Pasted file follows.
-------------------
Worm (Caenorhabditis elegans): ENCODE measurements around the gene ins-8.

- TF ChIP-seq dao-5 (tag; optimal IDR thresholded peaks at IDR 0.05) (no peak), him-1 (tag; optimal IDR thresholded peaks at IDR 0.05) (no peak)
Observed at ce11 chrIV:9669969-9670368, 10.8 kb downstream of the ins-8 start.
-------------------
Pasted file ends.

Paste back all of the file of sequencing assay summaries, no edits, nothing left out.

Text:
Worm (Caenorhabditis elegans): ENCODE measurements around the gene ins-8.

- TF ChIP-seq dao-5 (tag; optimal IDR thresholded peaks at IDR 0.05) (no peak), him-1 (tag; optimal IDR thresholded peaks at IDR 0.05) (no peak)
Observed at ce11 chrIV:9669969-9670368, 10.8 kb downstream of the ins-8 start.